President Donald Trump has spent the past two weeks issuing a spate of executive orders that are stunning in their reach.
There's nothing unusual about the executive orders in and of themselves, of course. Presidents have been signing them since George Washington was in office.
But the problem, says former ambassador and White House official Stuart Eizenstat, is the "rapidity, breath and lack of interagency coordination."
Eizenstat says Trump is churning out executive orders at a breakneck pace without consulting affected agencies, legal experts or cabinet members. His cabinet, Eizenstat points out, isn't even fully in place: "[Trump] knows the confirmation process can sometimes take a matter of weeks, and [he] wanted to get out of the box as quickly as possible."
Eizenstat held high-level positions in both the Carter and Clinton administrations. He watched Carter sign a controversial executive order his first day in office, pardoning Vietnam War draft dodgers. Eizenstat emphasizes that he is not against unilateral executive action. "Executive orders are a very good way at the beginning of an administration of showing direction," he says.
And certainly, he says, President Trump "didn't exceed his legal authority."
Trump's executive orders are dramatic and transformative. He has put a temporary halt on refugees, revived plans to build controversial oil pipelines, set the stage to repeal Obamacare, authorized a wall on the border with Mexico, and banned funding for abortion overseas. But historically speaking, Trump's orders are far from the most consequential.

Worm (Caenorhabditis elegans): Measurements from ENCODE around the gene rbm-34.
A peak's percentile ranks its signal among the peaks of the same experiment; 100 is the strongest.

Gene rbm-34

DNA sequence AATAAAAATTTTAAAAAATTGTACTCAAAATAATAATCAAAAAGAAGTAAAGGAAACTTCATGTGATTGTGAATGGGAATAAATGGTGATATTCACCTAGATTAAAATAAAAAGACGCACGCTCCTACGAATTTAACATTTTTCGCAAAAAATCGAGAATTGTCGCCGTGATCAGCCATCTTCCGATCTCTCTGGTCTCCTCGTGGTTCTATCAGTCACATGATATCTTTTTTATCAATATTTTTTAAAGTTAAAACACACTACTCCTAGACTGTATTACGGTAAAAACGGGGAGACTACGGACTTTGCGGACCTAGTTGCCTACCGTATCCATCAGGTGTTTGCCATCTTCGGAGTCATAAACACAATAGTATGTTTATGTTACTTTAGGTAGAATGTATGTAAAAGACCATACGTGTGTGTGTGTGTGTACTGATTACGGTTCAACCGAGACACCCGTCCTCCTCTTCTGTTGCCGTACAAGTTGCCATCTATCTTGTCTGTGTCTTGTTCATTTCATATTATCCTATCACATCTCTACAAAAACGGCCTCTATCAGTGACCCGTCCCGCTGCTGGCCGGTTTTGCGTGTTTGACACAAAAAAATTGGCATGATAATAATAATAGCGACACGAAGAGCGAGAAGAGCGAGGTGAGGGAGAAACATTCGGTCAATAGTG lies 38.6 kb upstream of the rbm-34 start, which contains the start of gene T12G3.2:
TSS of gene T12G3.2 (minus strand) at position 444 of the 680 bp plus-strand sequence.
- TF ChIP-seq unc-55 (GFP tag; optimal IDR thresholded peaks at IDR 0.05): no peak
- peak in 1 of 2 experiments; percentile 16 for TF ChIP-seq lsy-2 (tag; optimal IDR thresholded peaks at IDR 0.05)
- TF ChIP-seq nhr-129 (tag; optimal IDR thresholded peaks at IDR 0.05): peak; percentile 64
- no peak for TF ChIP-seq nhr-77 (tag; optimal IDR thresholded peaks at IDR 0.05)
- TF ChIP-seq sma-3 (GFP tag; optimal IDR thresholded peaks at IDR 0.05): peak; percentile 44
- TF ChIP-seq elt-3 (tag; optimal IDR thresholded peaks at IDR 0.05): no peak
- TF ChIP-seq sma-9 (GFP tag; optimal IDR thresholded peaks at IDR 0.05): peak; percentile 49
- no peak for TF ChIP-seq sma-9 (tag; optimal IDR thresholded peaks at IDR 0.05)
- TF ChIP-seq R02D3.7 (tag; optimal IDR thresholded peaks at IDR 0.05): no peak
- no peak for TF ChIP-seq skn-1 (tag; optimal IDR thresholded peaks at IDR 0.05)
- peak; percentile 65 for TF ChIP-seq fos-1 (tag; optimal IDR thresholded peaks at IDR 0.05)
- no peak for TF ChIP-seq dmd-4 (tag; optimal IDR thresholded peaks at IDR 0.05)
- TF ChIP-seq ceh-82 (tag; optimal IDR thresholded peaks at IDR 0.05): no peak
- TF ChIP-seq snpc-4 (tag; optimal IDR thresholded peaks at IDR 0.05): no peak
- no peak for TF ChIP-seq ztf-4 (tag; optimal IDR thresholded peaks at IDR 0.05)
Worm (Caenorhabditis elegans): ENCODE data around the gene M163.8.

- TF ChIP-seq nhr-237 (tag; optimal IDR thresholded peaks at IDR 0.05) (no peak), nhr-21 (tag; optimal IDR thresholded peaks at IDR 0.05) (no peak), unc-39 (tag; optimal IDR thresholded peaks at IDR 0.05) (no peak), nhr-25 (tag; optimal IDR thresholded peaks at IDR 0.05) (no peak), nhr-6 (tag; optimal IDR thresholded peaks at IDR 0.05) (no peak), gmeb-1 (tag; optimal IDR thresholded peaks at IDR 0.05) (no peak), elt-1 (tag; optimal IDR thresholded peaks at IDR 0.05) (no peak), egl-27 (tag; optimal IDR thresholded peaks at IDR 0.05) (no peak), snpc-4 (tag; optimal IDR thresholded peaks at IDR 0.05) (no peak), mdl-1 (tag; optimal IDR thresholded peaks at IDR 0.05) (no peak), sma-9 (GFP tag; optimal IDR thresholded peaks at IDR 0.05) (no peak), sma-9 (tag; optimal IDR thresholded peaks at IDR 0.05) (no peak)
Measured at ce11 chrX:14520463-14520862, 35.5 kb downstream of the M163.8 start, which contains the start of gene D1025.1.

An executive order by Franklin D. Roosevelt enabled the incarceration of Japanese Americans during World War II. Abraham Lincoln's Emancipation Proclamation was also an executive order. "But Lincoln consulted his cabinet," Eizenstat adds.
Trump, by contrast, has been moving so quickly that "the normal interagency process that would flag problems hasn't existed." Take the immigration and refugee ban, for example. "Green card holders were initially swept up, the Department of Homeland Security wasn't consulted. There was no secretary of state in place, although this has a very real impact on our foreign policy."
Eizenstat is concerned about what the ramifications will be for the country. "I've worked in the White House in two [administrations]. And to me, process is very important. A good process does not assure a good result," Eizenstat says. "But an inadequate and bad process, a short-circuited process, a process which doesn't touch base with the key departments, the key interest groups, the key congressional committees, is almost certainly going to be an imperfect decision."